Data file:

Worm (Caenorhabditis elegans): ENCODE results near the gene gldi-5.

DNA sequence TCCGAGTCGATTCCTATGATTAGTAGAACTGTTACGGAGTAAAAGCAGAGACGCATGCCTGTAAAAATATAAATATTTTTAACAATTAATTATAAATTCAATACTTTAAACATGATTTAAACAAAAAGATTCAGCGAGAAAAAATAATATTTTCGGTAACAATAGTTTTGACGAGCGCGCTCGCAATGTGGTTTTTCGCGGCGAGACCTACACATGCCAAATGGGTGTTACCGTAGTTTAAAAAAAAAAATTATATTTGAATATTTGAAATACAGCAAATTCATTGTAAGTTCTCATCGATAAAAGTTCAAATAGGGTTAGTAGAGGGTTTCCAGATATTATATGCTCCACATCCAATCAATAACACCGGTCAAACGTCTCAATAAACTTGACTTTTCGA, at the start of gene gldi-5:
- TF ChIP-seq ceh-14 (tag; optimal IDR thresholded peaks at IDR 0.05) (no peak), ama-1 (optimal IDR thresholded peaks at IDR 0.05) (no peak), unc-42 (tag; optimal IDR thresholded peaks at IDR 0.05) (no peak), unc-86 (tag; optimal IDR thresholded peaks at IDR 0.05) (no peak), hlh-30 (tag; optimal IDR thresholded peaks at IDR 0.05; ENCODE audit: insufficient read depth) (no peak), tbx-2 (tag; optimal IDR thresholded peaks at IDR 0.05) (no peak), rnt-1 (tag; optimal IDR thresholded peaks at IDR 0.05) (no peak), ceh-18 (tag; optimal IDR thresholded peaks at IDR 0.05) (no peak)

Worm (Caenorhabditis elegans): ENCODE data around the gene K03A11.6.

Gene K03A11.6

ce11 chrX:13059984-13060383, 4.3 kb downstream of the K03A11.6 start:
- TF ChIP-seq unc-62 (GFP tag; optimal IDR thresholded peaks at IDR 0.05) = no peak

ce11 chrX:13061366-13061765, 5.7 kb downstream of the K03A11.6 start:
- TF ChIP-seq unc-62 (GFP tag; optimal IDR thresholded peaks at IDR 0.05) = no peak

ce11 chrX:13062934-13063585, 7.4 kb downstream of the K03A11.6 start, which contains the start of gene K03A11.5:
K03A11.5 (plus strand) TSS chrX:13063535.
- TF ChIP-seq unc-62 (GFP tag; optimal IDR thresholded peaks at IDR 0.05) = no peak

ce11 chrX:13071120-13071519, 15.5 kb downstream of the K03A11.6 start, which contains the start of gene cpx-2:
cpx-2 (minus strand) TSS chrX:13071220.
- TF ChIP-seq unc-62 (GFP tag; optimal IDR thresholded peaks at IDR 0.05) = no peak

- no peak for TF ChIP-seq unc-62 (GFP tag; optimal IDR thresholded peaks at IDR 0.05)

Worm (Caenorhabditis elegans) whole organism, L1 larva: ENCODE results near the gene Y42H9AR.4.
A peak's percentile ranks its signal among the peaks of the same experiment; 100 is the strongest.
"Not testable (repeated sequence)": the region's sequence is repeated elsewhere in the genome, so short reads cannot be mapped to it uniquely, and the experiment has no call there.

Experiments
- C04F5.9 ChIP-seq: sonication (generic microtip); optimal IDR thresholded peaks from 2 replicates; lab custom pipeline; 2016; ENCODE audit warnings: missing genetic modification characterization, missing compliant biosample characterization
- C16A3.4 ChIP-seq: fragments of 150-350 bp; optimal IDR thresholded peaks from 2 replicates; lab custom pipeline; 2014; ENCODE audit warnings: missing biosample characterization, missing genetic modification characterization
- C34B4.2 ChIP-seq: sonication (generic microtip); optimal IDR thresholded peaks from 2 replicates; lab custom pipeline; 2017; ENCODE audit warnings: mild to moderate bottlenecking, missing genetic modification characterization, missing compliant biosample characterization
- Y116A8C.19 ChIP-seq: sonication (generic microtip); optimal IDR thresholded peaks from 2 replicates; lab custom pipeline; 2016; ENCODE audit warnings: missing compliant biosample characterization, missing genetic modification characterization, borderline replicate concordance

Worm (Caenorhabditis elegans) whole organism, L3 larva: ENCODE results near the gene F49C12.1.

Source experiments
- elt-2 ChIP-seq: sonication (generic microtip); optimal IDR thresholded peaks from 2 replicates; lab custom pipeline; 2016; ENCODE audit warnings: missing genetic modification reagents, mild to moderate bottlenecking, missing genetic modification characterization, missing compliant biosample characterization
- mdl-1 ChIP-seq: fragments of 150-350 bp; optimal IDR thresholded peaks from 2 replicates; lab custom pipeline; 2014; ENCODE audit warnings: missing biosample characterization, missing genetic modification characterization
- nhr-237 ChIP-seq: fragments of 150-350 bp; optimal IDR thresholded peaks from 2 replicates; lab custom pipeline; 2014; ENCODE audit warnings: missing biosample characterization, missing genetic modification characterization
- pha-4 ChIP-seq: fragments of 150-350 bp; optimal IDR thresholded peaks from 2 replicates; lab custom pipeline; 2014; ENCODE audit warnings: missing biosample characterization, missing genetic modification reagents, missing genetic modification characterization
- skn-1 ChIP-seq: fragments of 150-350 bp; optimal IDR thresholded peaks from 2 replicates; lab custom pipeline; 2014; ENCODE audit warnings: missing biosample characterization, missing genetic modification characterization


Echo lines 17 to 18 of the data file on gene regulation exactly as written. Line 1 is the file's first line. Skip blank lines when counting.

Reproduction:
Worm (Caenorhabditis elegans) whole organism, L1 larva: ENCODE results near the gene Y42H9AR.4.
A peak's percentile ranks its signal among the peaks of the same experiment; 100 is the strongest.